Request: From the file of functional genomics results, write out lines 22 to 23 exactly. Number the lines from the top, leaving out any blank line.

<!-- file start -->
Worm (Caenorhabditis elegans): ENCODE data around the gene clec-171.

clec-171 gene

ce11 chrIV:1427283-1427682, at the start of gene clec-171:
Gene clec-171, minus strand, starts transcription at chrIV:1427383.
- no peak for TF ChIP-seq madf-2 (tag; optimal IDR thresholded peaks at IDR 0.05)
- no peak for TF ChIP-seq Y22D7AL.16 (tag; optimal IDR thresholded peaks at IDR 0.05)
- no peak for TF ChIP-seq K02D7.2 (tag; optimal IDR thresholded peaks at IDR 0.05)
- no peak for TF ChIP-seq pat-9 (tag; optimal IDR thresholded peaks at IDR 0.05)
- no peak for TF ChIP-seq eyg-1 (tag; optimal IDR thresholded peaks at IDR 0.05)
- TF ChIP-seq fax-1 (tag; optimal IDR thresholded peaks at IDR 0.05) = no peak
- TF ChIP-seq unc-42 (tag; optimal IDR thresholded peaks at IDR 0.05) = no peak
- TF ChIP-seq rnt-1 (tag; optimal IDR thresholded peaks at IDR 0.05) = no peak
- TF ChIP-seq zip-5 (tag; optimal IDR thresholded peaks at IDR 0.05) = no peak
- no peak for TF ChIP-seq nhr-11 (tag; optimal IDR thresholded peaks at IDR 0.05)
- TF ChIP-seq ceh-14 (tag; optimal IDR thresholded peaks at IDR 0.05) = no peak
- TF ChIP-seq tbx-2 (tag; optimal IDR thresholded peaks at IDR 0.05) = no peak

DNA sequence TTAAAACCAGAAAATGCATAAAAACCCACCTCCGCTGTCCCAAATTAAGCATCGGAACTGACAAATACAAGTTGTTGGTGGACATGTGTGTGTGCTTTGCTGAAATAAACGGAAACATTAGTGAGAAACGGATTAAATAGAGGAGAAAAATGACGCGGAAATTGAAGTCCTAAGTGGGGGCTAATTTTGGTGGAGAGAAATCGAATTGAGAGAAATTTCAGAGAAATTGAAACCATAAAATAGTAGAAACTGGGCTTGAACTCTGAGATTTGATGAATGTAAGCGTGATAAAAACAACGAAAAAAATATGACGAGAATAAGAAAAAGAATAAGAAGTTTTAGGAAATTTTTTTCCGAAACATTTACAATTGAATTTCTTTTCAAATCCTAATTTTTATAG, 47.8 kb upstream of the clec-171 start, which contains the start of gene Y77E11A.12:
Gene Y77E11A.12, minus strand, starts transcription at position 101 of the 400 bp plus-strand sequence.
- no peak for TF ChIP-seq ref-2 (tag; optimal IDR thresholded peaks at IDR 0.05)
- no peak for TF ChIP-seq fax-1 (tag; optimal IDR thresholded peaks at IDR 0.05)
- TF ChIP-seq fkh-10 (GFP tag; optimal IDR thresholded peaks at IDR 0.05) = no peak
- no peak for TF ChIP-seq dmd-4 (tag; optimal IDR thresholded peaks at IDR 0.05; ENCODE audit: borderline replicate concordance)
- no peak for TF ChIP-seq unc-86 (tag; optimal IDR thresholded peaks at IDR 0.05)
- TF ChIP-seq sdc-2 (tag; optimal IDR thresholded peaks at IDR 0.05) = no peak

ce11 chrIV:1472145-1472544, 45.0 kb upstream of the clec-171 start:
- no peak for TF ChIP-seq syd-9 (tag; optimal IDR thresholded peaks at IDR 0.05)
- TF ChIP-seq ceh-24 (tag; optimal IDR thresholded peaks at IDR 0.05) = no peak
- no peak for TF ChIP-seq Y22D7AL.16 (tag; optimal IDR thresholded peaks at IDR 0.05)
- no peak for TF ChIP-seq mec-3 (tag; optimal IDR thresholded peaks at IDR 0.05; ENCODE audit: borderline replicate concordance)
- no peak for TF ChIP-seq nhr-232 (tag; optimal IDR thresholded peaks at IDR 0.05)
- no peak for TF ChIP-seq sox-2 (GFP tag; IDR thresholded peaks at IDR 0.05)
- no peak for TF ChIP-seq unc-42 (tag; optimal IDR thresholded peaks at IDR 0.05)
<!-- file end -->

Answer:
- no peak for TF ChIP-seq dmd-4 (tag; optimal IDR thresholded peaks at IDR 0.05; ENCODE audit: borderline replicate concordance)
- no peak for TF ChIP-seq unc-86 (tag; optimal IDR thresholded peaks at IDR 0.05)